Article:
I’ve just spent a few days with Spry magazine/Spryliving.com colleagues from around the country at our annual staff meeting. I love the chance to connect face-to-face with all the creative people who help us inspire our 9 million-strong audience to get healthier and happier.
It is a challenge, though, to stick to a healthy lifestyle when your job involves entertaining clients and colleagues. In fact, one of the top questions I get from readers is exactly that: How do I deal when I’m forced to eat out several nights a week? Here are my strategies.
At happy hour, go tart, not sweet, bold, not wimpy. Of course, you don’t have to imbibe at all. A good glass of club soda and lime is perfectly acceptable. But if you do choose to drink, opt for cocktails and other alcoholic beverages that challenge your tastebuds so you’ll be more likely to sip them, not swill them. For instance, opt for a cabernet savignon over an easier-drinking Merlot or even white wine, or a simple vodka/soda/lime cocktail instead of a margarita. Remember: The less alcohol you drink, the less likely you are to overdo it at dinner.
Order an appetizer.Thanks to portion-size inflation, entrees at most restaurants are massive, enough to feed 2, 3, even 4 people. Appetizers (with the exception of things like the Bloomin’ Onion!) are typically more appropriately sized for one person than entrees. Some restaurants are willing to do appetizer-size portions of regular entrees—just ask your server.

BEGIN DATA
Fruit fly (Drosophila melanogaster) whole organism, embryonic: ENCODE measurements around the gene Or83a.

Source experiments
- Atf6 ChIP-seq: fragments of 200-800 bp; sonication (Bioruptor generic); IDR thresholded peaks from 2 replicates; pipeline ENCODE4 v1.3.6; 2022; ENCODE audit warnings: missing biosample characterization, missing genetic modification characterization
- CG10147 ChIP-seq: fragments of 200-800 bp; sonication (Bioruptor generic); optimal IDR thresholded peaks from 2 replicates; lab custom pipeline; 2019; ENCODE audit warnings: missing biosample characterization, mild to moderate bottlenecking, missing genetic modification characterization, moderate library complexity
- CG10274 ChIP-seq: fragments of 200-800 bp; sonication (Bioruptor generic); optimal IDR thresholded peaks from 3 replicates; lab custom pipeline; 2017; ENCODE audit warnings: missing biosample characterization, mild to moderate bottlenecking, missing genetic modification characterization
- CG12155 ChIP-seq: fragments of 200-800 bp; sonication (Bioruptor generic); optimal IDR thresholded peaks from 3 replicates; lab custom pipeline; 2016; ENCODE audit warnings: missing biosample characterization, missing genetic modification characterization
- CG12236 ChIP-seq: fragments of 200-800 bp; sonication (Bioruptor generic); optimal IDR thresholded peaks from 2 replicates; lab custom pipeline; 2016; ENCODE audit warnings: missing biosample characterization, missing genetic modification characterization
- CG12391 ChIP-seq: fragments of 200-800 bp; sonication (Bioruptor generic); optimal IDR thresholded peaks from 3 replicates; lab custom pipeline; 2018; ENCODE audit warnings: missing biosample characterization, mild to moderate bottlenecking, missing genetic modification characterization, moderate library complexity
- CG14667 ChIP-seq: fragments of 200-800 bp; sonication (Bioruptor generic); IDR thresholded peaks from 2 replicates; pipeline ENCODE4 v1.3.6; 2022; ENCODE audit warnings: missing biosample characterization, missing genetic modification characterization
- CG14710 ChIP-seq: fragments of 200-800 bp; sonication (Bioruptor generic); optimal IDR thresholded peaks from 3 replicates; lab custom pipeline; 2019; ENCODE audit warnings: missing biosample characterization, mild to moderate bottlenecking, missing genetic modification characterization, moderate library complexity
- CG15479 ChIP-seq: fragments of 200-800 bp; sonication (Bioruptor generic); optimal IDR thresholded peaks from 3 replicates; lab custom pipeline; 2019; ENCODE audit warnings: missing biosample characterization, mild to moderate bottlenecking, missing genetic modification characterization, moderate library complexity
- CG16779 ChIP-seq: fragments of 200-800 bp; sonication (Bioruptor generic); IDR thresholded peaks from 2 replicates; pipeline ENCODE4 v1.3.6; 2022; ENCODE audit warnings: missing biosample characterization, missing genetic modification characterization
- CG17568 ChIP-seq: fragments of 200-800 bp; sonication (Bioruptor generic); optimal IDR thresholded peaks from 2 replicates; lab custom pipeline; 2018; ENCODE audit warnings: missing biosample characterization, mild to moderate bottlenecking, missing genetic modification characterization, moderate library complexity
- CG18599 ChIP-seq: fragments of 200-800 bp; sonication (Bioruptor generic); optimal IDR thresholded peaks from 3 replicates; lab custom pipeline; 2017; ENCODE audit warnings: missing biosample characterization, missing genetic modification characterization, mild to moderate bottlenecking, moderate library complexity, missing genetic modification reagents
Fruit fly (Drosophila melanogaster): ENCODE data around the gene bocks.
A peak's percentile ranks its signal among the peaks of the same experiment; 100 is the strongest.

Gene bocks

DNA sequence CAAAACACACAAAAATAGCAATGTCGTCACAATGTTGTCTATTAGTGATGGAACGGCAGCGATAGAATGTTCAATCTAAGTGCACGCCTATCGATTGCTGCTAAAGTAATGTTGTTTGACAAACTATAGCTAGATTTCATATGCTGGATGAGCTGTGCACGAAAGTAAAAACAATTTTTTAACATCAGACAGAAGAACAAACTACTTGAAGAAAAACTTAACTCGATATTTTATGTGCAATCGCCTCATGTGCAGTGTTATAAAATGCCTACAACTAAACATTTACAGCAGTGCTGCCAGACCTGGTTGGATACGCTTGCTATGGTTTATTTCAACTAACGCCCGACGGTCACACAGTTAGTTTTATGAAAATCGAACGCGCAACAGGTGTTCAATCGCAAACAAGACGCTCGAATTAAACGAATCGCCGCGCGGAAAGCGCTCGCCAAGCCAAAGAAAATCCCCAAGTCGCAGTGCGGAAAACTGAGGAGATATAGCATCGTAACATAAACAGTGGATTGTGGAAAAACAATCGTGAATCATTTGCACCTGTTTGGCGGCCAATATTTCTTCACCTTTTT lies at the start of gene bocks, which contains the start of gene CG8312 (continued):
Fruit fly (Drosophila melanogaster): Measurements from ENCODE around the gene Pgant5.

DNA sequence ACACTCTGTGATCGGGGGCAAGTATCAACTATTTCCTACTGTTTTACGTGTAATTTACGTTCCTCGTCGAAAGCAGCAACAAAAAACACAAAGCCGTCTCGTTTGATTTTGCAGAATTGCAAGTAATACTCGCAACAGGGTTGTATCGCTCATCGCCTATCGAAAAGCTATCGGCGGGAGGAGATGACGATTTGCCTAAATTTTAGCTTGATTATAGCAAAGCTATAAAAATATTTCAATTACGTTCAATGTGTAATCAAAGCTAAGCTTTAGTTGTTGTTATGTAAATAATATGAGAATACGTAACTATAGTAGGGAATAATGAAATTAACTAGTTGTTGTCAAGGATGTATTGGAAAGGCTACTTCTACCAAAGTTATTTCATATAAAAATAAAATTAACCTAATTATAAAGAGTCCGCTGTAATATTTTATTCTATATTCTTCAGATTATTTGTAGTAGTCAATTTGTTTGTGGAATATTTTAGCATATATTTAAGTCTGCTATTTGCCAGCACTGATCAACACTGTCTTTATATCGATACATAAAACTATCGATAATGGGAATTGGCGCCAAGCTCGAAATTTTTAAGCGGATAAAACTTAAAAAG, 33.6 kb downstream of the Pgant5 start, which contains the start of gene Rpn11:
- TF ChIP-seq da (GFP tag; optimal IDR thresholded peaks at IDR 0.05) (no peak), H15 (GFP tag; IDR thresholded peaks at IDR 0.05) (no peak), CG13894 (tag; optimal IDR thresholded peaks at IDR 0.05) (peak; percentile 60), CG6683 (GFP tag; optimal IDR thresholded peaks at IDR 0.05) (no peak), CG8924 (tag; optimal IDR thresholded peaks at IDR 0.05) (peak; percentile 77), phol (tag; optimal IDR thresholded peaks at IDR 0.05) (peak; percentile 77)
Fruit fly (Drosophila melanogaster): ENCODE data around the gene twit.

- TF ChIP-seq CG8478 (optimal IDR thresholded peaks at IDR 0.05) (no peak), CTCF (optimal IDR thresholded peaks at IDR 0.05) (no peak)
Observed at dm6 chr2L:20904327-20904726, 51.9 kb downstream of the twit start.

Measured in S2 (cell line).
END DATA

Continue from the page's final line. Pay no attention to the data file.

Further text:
Share. Don’t be shy about suggesting to share an entrée with a colleague—most people are likely in the same situation you are. If you order a green salad as a starter and split an entrée, you’ll be completely satisfied.
Get a to-go box with your entree. I have a few friends who order a to-go box with their entrée, and go ahead and place half their meal in it before they start eating. That might not be cool in a fine-dining establishment, but most casual restaurants won’t have an issue with it.
Cut the carbs. Carb-heavy meals, especially at lunchtime, aren’t just packed with calories—they can leave you drowsy and looking for a 3 p.m. snack, unless they’re heavy on the whole grains. Limit simple carbs like white breads, rice and pasta and stick to lean proteins and simply prepared veggies to keep your energy up and appetite satisfied the rest of the workday.
Get creative.Think about this: Are there other, non-food things you can do to bond with colleagues? For instance, one of my New York colleagues is hugely into yoga. Once I found that out, I made it a point to suggest that I tag along with her to a class, and grab a coffee afterward. Take in a play, go for a walk or run, try a Zumba class together—if it’s possible. Get your nails done together; meet for coffee. You may be able to connect on an even deeper level with colleagues or your staff if you explore common interests together. Don’t assume that your only option is to break bread—even if it’s whole wheat.